Syndrome: Scary Space Survival on Steam

From space babes to scary space survival, to chairs quaking with fear. Syndrome is another hat tossed into the “horrifying stuff happens in space” bucket. And not altogether a bad one at that.

I may not be quite the gamer I once was. But when I’m not making things, photographing things or trying to make witty comments on Twitter I still enjoy the odd computer game. This is why, when presented the opportunity, I jumped a little too hastily at the chance of trying out Syndrome.

Hastily, I add, because I really don’t have all that much time to try it out, and I’m absurdly terrible at focussing on anything like this long enough to really give it a thorough run for its money.

Still, I’ve enjoyed playing Syndrome. I’ve laughed. I’ve cried. And I’ve relentlessly mocked some of its shortcomings and bugs on Twitter.

After waking up from cryo-sleep, disorientated and amnesiaddled (that’s totally a word now), I began my journey stumbling blindly through a ship that, far from the conventional idea of structures in zero gravity, is far too rectangular and elevatory for my liking. Seriously, though, why are so many videogame space ships built exactly not like good science fiction ones? Why would you need an elevator when you have an abundant source of anti-gravity? I suppose until we venture out into space in force, we’ll never know.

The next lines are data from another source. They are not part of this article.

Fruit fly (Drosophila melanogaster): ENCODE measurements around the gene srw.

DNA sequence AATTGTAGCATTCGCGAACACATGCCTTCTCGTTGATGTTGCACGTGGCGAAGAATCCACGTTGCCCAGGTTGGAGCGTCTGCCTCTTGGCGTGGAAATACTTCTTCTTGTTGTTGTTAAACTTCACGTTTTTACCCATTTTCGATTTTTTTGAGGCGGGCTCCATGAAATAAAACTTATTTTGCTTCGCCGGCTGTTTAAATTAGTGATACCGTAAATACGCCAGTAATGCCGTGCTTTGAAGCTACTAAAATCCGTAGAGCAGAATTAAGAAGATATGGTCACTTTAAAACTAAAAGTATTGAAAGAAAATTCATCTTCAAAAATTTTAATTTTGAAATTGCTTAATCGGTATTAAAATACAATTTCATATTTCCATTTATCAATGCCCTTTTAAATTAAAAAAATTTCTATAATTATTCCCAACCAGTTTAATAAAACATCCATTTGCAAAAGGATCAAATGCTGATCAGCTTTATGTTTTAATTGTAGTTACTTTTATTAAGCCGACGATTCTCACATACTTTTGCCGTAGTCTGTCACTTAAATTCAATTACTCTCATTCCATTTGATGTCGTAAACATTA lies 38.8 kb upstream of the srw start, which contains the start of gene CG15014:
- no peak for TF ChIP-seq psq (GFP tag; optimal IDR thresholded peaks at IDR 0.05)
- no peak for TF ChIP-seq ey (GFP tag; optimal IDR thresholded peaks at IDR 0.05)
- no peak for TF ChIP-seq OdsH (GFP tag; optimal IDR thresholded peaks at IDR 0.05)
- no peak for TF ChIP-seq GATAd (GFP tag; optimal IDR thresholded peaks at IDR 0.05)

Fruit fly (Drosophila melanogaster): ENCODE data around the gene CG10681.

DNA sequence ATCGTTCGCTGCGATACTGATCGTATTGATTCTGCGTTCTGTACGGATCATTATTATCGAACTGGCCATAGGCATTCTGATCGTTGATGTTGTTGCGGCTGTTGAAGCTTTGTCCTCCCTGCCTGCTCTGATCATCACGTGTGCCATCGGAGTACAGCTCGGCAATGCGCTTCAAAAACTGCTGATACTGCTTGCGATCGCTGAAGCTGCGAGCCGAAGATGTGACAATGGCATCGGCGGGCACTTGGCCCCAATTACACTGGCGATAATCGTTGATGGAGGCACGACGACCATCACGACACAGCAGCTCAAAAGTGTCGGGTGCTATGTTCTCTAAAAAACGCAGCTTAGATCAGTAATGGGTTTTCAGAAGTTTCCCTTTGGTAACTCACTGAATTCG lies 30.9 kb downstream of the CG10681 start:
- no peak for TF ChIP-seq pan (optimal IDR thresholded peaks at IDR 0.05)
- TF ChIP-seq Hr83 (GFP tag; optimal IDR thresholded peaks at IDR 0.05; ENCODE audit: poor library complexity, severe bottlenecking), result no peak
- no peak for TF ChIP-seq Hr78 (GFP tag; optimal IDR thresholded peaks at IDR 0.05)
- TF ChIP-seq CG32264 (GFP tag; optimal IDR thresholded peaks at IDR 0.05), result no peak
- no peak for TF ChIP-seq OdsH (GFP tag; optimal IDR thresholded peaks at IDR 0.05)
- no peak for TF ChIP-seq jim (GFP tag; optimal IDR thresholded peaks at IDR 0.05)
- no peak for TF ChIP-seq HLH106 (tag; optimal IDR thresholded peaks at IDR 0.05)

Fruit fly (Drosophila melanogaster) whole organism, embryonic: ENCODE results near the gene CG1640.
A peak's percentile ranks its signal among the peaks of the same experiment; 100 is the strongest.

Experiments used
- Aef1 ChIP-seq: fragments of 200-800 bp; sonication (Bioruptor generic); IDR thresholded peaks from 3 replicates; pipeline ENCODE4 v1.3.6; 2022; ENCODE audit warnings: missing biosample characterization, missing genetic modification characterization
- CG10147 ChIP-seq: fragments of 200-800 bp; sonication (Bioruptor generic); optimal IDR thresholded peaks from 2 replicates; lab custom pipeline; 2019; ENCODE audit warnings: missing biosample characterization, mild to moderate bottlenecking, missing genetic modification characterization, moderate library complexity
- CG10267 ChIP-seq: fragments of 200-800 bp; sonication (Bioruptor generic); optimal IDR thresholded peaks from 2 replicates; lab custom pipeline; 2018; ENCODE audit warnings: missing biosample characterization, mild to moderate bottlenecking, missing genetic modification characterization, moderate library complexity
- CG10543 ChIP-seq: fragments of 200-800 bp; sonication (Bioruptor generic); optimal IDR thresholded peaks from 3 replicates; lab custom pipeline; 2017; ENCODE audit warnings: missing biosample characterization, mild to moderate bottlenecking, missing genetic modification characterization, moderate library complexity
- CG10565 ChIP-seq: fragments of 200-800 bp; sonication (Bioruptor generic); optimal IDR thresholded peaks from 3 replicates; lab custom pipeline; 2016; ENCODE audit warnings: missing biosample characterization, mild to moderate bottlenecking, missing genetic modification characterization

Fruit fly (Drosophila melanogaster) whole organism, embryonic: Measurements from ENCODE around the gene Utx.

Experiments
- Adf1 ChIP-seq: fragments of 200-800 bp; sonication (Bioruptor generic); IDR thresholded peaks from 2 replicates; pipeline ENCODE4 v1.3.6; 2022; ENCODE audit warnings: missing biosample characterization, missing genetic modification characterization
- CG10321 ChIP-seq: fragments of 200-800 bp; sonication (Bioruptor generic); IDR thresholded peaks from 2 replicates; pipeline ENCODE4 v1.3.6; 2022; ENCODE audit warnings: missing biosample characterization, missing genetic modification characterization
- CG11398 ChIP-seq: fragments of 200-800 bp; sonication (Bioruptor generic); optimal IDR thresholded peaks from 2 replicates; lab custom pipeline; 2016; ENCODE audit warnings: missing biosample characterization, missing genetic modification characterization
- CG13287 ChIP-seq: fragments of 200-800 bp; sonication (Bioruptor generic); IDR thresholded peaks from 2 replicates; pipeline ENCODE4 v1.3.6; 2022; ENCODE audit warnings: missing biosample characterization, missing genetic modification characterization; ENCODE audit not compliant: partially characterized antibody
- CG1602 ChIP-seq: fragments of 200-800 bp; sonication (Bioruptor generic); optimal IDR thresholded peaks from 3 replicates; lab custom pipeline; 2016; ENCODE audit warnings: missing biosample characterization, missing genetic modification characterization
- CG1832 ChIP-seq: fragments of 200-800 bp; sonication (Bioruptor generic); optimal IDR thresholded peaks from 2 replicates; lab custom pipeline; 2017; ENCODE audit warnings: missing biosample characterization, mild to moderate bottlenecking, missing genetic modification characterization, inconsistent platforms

It’s okay, though, because level design aside this game is so scary even the chairs are terrified:

At this point I hadn’t yet reached the point where I rage quit and came back throwing all caution to the wind. Syndrome, like many games of its ilk, starts slow and steady, building the mood and the environment, letting you familiarise yourself with the concept of holding down “W” and terrify yourself with your own imagination.

However, not soon after I was beset by some of the bugs in the early Steam release, many of which have now, thankfully, been fixed. After picking up the first weapon in the game, totally not a crow-bar I promise, I was beset by monsters and seemingly unable to attack them. It’s not that I couldn’t press the buttons to attack, I’m pretty good at pressing buttons now, but that the game just decided to freeze my not a crowbar in one place and ignore my frantic button mashing. Oh well. Software is complex. Bugs happen, right?

After returning to Syndrome I faced the game with a renewed confidence. “I’m not going to waste time being afraid,” I told myself. Armed with my not-a-crowbar I decided to take the Half-Life approach of bashing everything I came across, and reloading from the nearest save if I lost too much health. I bashed my way through some more of the game until this:

Nothing quite so scary as a monster hiding behind a glass door. Oh well… rather than toss a glass bottle to distract it… thwack thwack thwack!

It’s okay though, ‘cos right after this section is a kitchen brimming with tasty health-restoring junk food. Wait. What? Where the hell did all this junk food come from? How long have I really been asleep? Was a functional crew here literally minutes ago, or is this crazy future food that never spoils?